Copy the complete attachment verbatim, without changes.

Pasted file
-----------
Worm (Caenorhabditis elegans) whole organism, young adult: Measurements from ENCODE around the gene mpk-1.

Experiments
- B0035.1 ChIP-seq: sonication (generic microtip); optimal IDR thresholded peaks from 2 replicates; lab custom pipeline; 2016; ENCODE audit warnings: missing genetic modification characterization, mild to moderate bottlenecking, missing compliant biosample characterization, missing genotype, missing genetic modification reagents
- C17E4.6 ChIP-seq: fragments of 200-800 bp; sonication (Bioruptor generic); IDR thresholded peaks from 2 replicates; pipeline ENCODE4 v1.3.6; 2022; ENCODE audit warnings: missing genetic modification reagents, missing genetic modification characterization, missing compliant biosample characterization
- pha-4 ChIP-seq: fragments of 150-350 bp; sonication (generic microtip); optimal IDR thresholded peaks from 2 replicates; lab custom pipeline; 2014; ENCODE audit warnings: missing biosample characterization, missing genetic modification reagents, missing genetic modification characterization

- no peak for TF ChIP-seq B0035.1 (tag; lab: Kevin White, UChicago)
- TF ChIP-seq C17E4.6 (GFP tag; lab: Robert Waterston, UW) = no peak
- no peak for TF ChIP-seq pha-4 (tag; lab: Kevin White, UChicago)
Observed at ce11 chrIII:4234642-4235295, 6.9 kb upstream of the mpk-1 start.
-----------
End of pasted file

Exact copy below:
Worm (Caenorhabditis elegans) whole organism, young adult: Measurements from ENCODE around the gene mpk-1.

Experiments
- B0035.1 ChIP-seq: sonication (generic microtip); optimal IDR thresholded peaks from 2 replicates; lab custom pipeline; 2016; ENCODE audit warnings: missing genetic modification characterization, mild to moderate bottlenecking, missing compliant biosample characterization, missing genotype, missing genetic modification reagents
- C17E4.6 ChIP-seq: fragments of 200-800 bp; sonication (Bioruptor generic); IDR thresholded peaks from 2 replicates; pipeline ENCODE4 v1.3.6; 2022; ENCODE audit warnings: missing genetic modification reagents, missing genetic modification characterization, missing compliant biosample characterization
- pha-4 ChIP-seq: fragments of 150-350 bp; sonication (generic microtip); optimal IDR thresholded peaks from 2 replicates; lab custom pipeline; 2014; ENCODE audit warnings: missing biosample characterization, missing genetic modification reagents, missing genetic modification characterization

- no peak for TF ChIP-seq B0035.1 (tag; lab: Kevin White, UChicago)
- TF ChIP-seq C17E4.6 (GFP tag; lab: Robert Waterston, UW) = no peak
- no peak for TF ChIP-seq pha-4 (tag; lab: Kevin White, UChicago)
Observed at ce11 chrIII:4234642-4235295, 6.9 kb upstream of the mpk-1 start.